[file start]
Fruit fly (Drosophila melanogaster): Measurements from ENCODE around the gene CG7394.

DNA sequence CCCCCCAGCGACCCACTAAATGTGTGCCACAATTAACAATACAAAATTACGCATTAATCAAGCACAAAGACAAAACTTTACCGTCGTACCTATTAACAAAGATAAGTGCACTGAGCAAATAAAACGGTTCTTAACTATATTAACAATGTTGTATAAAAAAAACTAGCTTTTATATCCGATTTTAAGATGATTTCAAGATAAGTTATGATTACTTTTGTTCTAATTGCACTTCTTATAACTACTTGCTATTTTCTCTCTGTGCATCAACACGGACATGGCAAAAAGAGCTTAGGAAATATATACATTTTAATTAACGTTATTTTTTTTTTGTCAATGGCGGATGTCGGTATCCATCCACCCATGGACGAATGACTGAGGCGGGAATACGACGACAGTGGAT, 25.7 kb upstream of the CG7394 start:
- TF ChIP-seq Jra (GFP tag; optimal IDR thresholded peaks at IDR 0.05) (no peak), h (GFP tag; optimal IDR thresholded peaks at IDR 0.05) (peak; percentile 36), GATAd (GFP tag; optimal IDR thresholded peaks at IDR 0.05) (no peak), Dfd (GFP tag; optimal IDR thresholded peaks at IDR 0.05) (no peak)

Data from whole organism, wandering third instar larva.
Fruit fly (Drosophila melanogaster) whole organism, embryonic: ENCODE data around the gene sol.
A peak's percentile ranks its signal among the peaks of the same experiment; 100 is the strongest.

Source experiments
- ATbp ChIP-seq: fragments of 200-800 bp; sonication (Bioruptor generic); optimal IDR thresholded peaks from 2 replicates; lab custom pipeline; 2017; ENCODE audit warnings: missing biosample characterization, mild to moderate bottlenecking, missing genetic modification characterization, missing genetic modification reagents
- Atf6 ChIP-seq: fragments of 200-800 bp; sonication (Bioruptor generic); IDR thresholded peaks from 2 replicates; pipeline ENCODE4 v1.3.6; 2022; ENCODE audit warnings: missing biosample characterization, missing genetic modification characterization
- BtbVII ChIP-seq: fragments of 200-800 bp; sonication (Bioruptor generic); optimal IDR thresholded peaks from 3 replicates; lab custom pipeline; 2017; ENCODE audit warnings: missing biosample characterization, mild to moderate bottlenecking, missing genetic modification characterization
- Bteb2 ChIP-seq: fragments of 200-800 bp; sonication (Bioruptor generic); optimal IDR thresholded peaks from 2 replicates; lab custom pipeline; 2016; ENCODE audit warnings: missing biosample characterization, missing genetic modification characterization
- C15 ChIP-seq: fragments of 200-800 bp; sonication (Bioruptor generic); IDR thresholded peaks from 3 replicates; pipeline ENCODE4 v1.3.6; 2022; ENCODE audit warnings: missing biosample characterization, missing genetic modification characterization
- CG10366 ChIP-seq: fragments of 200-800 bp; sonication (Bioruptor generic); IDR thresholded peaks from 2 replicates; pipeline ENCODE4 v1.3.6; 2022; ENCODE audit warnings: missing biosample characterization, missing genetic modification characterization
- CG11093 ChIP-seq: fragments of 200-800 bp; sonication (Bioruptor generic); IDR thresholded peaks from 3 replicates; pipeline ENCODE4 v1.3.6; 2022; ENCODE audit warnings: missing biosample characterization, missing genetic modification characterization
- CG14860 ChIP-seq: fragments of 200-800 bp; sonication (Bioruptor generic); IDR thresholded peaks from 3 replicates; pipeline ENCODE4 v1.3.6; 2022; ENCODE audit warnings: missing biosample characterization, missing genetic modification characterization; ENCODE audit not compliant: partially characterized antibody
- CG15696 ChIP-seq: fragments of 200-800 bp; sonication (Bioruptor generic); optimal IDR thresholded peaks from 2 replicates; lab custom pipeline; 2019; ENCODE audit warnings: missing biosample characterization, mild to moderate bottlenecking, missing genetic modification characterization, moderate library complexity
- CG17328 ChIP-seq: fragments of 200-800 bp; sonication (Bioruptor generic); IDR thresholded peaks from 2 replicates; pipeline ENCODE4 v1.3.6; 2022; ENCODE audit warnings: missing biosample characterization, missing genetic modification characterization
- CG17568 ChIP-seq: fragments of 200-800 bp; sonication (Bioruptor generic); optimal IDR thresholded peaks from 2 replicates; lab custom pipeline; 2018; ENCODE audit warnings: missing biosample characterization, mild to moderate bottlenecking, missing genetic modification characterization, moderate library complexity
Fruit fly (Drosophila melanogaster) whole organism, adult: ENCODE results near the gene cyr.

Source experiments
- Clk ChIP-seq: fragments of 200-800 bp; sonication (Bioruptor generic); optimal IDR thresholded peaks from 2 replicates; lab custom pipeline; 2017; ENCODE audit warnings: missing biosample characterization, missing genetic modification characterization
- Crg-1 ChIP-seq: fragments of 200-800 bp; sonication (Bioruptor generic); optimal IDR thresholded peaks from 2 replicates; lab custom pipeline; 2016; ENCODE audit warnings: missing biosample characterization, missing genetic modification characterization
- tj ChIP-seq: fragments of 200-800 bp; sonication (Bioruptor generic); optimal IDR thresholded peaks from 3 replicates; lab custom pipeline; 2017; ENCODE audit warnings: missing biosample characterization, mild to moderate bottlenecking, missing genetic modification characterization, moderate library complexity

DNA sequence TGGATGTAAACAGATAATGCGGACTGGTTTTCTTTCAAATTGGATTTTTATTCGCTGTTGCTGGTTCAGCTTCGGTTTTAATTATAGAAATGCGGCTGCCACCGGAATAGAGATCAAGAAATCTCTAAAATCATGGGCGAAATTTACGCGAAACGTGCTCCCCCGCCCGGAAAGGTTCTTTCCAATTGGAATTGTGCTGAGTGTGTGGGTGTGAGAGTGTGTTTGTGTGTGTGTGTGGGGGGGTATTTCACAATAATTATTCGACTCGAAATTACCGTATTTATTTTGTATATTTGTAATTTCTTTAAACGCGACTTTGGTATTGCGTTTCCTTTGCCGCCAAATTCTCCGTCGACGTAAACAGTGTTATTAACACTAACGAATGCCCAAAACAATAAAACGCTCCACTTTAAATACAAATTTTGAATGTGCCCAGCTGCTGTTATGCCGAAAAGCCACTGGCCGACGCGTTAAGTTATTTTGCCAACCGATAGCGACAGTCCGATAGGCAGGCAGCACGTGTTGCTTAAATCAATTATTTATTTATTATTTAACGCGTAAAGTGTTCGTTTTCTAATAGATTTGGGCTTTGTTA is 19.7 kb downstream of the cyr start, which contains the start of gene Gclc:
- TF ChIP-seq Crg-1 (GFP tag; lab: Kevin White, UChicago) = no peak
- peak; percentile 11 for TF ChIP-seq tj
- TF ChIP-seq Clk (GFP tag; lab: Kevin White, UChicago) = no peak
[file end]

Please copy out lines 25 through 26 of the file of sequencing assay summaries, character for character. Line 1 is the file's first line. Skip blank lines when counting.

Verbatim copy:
- TF ChIP-seq Crg-1 (GFP tag; lab: Kevin White, UChicago) = no peak
- peak; percentile 11 for TF ChIP-seq tj